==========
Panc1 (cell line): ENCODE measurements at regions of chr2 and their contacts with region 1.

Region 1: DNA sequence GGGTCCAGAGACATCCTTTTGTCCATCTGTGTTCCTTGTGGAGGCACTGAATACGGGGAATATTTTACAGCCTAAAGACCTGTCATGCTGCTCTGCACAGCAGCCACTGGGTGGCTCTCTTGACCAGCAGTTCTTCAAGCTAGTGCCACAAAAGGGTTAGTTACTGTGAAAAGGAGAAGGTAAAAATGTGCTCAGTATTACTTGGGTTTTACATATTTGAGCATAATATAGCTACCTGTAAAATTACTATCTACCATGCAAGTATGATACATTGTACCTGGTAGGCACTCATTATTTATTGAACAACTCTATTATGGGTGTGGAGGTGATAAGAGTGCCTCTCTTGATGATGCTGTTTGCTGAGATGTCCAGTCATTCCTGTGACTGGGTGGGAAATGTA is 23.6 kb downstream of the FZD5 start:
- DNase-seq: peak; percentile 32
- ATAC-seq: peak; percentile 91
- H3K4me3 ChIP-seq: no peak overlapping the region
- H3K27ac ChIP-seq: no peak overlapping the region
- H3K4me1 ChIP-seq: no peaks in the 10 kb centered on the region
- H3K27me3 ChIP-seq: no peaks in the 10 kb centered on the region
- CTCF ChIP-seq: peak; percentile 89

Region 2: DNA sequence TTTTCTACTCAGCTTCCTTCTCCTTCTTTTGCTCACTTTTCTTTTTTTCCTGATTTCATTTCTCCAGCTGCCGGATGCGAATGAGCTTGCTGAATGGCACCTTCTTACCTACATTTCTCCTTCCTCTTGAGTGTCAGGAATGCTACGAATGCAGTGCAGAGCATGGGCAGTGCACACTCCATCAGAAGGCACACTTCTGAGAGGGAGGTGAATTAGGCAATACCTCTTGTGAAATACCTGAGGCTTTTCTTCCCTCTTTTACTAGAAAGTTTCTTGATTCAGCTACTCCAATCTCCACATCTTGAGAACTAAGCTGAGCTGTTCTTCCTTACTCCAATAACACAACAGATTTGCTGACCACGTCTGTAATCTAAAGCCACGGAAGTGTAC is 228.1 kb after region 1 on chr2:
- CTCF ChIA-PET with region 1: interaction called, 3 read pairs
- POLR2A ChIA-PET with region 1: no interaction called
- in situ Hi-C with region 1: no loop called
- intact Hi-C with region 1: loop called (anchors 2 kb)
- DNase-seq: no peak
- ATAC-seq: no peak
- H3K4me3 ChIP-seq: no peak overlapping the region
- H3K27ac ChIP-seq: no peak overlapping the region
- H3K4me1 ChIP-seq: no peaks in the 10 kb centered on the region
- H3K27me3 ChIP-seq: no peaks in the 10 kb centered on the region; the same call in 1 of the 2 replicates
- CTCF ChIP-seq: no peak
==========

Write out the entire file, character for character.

Panc1 (cell line): ENCODE measurements at regions of chr2 and their contacts with region 1.

Region 1: DNA sequence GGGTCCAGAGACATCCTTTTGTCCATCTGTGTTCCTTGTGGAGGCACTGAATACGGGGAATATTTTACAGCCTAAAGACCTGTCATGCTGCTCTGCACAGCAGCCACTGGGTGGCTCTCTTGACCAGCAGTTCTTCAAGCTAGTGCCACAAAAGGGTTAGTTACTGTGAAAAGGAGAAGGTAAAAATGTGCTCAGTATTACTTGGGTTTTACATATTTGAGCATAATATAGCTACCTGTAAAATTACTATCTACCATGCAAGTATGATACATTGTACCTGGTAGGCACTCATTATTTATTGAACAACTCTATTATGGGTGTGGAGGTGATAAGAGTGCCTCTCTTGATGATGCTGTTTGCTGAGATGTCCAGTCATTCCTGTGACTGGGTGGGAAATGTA is 23.6 kb downstream of the FZD5 start:
- DNase-seq: peak; percentile 32
- ATAC-seq: peak; percentile 91
- H3K4me3 ChIP-seq: no peak overlapping the region
- H3K27ac ChIP-seq: no peak overlapping the region
- H3K4me1 ChIP-seq: no peaks in the 10 kb centered on the region
- H3K27me3 ChIP-seq: no peaks in the 10 kb centered on the region
- CTCF ChIP-seq: peak; percentile 89

Region 2: DNA sequence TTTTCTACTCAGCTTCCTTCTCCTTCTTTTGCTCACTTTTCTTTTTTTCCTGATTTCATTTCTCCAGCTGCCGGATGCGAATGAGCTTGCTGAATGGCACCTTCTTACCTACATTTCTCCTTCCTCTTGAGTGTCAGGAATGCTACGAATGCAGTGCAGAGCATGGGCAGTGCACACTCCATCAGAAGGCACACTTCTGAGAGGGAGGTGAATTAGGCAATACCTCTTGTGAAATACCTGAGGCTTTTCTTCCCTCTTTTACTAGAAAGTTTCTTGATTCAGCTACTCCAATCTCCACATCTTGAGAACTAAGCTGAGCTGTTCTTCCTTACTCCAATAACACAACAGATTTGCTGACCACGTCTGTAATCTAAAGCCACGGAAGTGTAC is 228.1 kb after region 1 on chr2:
- CTCF ChIA-PET with region 1: interaction called, 3 read pairs
- POLR2A ChIA-PET with region 1: no interaction called
- in situ Hi-C with region 1: no loop called
- intact Hi-C with region 1: loop called (anchors 2 kb)
- DNase-seq: no peak
- ATAC-seq: no peak
- H3K4me3 ChIP-seq: no peak overlapping the region
- H3K27ac ChIP-seq: no peak overlapping the region
- H3K4me1 ChIP-seq: no peaks in the 10 kb centered on the region
- H3K27me3 ChIP-seq: no peaks in the 10 kb centered on the region; the same call in 1 of the 2 replicates
- CTCF ChIP-seq: no peak